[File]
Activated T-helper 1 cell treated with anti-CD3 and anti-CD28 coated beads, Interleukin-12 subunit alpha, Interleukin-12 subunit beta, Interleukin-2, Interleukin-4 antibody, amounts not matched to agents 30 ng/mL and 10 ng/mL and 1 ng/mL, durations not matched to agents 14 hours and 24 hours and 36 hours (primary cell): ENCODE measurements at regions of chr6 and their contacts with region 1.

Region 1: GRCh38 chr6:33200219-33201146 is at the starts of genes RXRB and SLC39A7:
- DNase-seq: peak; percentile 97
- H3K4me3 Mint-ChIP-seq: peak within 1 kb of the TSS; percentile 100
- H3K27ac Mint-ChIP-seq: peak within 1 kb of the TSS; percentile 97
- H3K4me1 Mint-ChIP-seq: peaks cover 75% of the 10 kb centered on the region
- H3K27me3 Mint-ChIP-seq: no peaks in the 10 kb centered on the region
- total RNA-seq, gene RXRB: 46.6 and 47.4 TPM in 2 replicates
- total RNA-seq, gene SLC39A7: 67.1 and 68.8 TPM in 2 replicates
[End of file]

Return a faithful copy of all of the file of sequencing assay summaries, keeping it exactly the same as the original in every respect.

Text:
Activated T-helper 1 cell treated with anti-CD3 and anti-CD28 coated beads, Interleukin-12 subunit alpha, Interleukin-12 subunit beta, Interleukin-2, Interleukin-4 antibody, amounts not matched to agents 30 ng/mL and 10 ng/mL and 1 ng/mL, durations not matched to agents 14 hours and 24 hours and 36 hours (primary cell): ENCODE measurements at regions of chr6 and their contacts with region 1.

Region 1: GRCh38 chr6:33200219-33201146 is at the starts of genes RXRB and SLC39A7:
- DNase-seq: peak; percentile 97
- H3K4me3 Mint-ChIP-seq: peak within 1 kb of the TSS; percentile 100
- H3K27ac Mint-ChIP-seq: peak within 1 kb of the TSS; percentile 97
- H3K4me1 Mint-ChIP-seq: peaks cover 75% of the 10 kb centered on the region
- H3K27me3 Mint-ChIP-seq: no peaks in the 10 kb centered on the region
- total RNA-seq, gene RXRB: 46.6 and 47.4 TPM in 2 replicates
- total RNA-seq, gene SLC39A7: 67.1 and 68.8 TPM in 2 replicates